There are three possible answers to who should pay for an individual’s care. The individual themselves may have the money to do so. The individual’s family may have the money and the capacity to provide the care. The state – in other words the rest of us – could do so.
By common political consensus in the UK we take a differing view on who should pay for a child’s care, and who should pay for an elderly person.
All mainstream parties and most people agree that as a child cannot work and does not usually have any money of their own, the parents should normally provide. We expect mother and father, or mother or father, to offer food, shelter and clothing, and to look after the child when not at school. Both parents are expected to contribute financially where they can. The state steps in if the parental income is insufficient, offering help with money and housing. The state also has powers in extreme cases of poor parental behaviour towards the child to remove the child and find surrogate parents willing to look after the child.
In the case of elderly people more emphasis has been placed on the elderly person themselves contributing financially to their care and maintenance where they have substantial savings. No party has proposed making children responsible for their elderly relatives,nor would that be an acceptable proposal, though in practice many families do provide answers to the care needs of their elderly members. The state provides all healthcare free, and provides free places in care homes for those who need them and have little by way of assets or income. There has also been an issue over differing treatment of an elderly person who chooses to stay living in their own home, and those who move into care homes, vacating their old property. There are issues over what constitutes free healthcare, and what is normal living cost.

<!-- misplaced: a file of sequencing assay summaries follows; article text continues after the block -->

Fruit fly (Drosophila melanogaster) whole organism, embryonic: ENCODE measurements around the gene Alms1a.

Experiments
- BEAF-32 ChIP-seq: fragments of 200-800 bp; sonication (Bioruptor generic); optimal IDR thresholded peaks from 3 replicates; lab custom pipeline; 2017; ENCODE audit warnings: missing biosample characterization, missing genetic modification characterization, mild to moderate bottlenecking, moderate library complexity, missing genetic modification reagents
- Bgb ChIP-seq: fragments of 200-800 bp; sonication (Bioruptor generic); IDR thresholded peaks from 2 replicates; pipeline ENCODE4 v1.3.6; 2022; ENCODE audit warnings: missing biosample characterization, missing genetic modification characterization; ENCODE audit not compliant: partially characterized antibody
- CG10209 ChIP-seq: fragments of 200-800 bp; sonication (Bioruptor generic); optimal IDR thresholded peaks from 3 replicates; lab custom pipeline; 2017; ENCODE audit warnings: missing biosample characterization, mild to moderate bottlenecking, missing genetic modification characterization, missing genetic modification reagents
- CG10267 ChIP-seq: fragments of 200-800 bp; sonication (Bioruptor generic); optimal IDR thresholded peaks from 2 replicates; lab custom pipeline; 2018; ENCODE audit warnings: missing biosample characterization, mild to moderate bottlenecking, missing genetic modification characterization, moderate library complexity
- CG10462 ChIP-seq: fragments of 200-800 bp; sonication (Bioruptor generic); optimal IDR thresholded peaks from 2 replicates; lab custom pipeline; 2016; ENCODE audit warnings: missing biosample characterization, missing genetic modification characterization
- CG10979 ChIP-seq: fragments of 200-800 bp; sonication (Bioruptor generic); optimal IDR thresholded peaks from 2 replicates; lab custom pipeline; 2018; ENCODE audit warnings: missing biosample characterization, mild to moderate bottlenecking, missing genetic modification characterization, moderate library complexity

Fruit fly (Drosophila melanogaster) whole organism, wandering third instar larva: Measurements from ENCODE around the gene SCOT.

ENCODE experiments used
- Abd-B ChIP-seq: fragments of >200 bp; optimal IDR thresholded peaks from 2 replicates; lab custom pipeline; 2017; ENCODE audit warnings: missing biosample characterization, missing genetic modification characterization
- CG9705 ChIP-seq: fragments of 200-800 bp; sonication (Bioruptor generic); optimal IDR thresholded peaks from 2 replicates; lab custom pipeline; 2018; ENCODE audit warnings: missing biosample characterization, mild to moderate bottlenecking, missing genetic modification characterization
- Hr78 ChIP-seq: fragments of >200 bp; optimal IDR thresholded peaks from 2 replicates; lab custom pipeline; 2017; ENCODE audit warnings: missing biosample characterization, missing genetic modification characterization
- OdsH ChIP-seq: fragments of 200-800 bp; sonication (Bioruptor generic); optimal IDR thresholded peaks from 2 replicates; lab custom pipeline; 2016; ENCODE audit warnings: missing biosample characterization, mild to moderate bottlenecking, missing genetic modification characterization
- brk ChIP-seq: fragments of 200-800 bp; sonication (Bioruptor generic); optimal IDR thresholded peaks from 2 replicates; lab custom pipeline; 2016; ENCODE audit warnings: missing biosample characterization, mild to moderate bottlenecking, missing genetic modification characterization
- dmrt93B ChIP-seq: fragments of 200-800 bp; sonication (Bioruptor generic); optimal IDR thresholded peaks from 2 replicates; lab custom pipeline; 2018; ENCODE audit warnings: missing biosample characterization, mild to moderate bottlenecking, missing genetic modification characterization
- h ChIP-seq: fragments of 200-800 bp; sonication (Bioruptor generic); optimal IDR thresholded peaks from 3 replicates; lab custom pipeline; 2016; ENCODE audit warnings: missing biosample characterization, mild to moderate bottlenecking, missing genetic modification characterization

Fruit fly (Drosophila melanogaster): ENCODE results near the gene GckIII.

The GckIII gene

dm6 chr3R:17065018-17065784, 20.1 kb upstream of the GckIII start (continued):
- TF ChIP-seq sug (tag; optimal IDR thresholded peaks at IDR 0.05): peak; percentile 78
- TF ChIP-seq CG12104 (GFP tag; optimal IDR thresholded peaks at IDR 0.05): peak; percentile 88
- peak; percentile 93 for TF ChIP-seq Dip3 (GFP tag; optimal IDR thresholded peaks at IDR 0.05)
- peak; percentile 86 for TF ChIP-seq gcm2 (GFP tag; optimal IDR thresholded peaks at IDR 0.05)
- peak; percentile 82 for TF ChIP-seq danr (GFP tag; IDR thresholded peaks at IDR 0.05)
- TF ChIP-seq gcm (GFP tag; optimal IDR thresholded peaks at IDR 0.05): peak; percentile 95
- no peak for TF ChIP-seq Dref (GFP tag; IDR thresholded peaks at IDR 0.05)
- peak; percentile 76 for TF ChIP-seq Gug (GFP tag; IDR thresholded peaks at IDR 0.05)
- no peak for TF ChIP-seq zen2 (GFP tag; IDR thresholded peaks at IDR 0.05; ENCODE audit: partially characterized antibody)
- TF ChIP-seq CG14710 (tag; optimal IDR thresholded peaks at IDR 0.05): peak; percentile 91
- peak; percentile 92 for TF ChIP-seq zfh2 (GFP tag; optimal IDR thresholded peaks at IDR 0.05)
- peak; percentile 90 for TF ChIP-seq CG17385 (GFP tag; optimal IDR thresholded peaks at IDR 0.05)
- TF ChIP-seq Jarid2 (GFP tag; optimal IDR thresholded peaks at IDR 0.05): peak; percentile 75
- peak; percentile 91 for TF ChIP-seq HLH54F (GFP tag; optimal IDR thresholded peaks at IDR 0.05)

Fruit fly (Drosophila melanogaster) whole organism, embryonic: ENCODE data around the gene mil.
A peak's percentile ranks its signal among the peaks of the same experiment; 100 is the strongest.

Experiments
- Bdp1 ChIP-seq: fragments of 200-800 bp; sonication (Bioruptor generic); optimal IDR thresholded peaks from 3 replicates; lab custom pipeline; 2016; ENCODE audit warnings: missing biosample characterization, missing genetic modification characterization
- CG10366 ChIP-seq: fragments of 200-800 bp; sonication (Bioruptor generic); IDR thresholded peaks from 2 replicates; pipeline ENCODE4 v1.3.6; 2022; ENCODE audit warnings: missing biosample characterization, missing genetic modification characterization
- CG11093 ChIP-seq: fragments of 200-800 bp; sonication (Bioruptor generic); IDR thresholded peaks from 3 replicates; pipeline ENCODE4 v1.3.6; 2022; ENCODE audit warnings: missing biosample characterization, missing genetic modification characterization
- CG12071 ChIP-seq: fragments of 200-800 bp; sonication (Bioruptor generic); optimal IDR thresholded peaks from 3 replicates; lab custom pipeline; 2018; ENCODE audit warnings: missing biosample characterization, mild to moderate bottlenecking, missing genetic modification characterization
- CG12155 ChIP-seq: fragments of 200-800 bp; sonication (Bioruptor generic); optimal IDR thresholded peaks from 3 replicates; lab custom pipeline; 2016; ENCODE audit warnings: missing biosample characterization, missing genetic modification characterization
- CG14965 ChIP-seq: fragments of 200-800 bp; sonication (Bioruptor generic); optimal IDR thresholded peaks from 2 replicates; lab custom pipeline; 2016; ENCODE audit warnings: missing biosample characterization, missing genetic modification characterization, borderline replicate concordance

The contentious question revolves around how much capital an elderly person should be able to pass on after death, and how much should be used up during their later years on paying for their living costs and care.I am interested to hear your thoughts on the right balance over who pays for what. In the next post I will talk more about the various options.
Published and promoted by Fraser Mc Farland on behalf of John Redwood, both at 30 Rose Street Wokingham RG40 1XU